6 Funds That May Defy Bond-Market Downturn

BOSTON (TheStreet) -- Bond mutual fundsb kept investors from losing money during the stock-market crash of 2008 and have delivered large gains since equities bottomed out two years ago.

Still, investors have dumped bond funds in favor of stock funds in recent months amid signs global economic growth is accelerating, threatening to fuel inflation.

Bond funds, in fact, lost money late last year, due to a rise in interest rates, which occurred after the Federal Reserve actually tried to keep rates low with its second installment of quantitative easing, dubbed QE2. For example, multi-sector bond funds, which have the freedom to go into any area of the fixed-income market, lost 1% late last year, according to Morningstar.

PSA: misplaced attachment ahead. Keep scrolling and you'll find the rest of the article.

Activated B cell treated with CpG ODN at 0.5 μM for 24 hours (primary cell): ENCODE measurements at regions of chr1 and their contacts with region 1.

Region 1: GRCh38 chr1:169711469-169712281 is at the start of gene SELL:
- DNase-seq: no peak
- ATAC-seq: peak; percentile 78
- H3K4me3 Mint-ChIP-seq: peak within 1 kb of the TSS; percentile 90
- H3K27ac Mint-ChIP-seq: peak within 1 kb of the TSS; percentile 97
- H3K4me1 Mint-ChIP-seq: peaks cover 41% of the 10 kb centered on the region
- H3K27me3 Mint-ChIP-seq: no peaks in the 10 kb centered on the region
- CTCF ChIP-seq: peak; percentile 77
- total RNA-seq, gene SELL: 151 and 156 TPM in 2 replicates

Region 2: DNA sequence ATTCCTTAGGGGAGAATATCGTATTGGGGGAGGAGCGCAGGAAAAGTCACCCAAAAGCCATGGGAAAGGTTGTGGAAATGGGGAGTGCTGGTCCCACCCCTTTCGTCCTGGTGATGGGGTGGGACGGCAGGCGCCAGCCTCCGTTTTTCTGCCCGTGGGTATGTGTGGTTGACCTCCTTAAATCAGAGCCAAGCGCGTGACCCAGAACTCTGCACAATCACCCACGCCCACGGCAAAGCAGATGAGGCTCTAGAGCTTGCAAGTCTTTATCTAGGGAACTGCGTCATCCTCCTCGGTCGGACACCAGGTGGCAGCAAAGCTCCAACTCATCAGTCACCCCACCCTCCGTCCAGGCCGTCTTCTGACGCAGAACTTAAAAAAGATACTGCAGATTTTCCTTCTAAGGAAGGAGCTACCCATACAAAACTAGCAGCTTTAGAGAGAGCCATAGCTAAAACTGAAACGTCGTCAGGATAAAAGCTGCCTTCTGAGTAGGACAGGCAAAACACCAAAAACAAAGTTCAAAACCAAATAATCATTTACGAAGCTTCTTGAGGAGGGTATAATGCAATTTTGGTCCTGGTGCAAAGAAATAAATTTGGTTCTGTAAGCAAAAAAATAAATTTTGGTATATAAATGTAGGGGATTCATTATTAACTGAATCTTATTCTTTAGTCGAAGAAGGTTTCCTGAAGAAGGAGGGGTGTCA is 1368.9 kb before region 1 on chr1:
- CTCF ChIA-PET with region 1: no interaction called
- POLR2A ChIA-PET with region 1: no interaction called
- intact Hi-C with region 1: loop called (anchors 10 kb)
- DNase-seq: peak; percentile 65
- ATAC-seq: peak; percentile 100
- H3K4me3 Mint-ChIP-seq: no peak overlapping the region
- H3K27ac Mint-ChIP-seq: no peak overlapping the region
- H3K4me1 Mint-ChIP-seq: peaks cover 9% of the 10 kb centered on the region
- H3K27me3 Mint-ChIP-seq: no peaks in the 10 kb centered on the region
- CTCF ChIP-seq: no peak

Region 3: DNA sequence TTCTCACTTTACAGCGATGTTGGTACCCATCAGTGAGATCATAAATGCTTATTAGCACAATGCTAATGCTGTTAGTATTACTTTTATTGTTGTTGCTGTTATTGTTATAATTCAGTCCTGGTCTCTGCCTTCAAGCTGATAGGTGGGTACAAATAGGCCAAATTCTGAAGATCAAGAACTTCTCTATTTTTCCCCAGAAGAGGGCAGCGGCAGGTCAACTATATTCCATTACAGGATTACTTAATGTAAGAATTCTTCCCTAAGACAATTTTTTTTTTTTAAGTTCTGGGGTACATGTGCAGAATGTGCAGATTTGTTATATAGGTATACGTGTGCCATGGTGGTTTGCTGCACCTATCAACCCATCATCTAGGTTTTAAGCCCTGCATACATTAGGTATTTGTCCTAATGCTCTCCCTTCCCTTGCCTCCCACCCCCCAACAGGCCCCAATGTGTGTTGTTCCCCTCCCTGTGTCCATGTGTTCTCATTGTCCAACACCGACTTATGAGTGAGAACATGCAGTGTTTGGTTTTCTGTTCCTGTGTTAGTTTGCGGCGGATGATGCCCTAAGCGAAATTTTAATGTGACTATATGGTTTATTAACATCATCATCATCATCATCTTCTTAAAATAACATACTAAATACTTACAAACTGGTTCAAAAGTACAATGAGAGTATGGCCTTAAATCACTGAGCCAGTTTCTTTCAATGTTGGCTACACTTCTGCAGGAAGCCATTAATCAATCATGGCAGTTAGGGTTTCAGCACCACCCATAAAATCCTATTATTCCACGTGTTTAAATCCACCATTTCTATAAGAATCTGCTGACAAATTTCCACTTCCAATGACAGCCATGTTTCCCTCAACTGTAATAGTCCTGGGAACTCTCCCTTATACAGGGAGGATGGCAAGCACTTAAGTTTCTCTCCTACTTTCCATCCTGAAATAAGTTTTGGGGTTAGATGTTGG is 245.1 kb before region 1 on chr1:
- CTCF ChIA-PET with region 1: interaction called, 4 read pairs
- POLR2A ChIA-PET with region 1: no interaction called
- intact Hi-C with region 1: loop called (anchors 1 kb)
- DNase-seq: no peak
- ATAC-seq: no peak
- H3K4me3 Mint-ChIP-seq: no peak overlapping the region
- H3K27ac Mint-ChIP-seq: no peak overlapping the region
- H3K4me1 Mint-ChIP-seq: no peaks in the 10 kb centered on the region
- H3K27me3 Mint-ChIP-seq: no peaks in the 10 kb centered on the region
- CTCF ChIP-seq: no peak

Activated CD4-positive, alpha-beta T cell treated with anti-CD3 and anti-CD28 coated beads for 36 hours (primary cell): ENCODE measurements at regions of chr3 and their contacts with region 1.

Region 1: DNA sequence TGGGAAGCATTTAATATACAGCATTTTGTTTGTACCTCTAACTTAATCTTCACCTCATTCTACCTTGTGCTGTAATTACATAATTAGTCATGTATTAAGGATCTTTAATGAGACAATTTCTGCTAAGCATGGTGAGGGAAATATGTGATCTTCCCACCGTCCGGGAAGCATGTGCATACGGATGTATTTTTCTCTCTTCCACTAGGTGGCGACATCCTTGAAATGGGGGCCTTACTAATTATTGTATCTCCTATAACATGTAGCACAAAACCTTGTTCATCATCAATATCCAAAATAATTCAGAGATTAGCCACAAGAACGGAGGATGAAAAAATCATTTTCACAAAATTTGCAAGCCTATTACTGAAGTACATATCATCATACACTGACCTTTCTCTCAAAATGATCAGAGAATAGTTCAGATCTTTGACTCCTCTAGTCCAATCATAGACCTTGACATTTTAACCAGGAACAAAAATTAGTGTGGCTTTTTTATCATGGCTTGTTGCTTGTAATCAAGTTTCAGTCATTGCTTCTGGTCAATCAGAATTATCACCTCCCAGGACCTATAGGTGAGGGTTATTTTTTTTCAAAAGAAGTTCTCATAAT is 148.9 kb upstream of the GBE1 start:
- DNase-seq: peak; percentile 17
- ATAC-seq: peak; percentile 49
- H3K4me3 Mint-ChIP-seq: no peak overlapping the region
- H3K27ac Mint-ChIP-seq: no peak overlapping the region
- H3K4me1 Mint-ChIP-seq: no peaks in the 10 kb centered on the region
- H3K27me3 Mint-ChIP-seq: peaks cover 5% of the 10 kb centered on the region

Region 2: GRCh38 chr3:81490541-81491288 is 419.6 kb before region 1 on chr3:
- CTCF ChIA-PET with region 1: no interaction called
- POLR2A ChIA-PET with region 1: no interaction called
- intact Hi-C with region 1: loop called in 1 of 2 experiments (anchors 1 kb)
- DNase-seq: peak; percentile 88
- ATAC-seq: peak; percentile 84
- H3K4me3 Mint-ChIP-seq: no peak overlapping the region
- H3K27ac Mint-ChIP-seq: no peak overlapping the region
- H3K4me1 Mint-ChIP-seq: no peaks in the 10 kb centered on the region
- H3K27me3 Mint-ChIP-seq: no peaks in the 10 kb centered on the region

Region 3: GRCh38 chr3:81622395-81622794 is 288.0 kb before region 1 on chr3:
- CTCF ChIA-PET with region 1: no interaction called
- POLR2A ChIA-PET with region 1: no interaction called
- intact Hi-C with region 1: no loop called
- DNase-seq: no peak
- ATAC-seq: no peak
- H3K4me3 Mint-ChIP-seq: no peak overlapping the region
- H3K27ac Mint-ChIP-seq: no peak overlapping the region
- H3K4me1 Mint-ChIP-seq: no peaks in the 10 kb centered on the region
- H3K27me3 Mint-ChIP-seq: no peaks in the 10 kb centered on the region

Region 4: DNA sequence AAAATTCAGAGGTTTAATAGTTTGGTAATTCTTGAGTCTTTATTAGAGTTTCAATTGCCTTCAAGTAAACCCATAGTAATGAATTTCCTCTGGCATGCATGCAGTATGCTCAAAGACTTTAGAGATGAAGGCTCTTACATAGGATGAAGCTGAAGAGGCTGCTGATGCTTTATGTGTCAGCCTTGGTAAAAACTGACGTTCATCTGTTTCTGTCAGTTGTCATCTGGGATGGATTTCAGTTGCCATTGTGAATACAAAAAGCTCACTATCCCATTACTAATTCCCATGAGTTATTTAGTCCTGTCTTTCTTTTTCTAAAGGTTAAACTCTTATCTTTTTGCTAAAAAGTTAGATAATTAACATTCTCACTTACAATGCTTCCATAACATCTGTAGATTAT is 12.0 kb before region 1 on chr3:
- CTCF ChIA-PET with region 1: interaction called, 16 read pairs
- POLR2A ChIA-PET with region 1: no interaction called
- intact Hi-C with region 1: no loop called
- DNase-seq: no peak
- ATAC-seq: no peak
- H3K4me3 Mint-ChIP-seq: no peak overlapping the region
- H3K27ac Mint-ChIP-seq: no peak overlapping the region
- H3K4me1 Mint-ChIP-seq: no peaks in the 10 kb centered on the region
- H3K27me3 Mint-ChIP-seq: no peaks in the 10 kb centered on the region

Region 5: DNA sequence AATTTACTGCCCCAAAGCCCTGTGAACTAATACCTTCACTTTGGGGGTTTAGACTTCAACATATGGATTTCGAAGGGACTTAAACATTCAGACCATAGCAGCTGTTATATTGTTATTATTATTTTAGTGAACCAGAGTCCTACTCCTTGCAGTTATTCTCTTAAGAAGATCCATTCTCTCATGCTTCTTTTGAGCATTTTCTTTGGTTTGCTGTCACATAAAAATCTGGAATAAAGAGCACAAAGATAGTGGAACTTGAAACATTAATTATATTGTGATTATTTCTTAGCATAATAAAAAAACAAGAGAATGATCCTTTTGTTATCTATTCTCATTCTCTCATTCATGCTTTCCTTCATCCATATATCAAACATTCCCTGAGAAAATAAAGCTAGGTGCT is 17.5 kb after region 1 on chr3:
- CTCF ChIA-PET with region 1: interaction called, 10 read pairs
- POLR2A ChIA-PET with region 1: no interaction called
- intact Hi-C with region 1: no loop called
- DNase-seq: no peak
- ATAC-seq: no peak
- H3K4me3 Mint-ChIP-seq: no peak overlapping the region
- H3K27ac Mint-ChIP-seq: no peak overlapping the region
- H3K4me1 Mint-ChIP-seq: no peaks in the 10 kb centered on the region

That sent investors packing.

But now, it appears safe-haven bond-buying is picking up again, given the prospect of continued turmoil throughout the Middle East and the weak dollar.

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Investors have been selective, however, and money flows into bond funds have jumped and then faltered from week to week.

Fund-flows tracker EPFR Global reported that, for the week ending Feb. 23, flows into bond funds hit a 15-week high, "with U.S. bond funds having their best week since late October."

And last week, Lipper reported that investors are favoring high-grade U.S. corporate bonds, adding $114 million and bringing inflows this year to $400 million in the category. That's a turnabout from last year, when investors redeemed $300 million in the fourth quarter.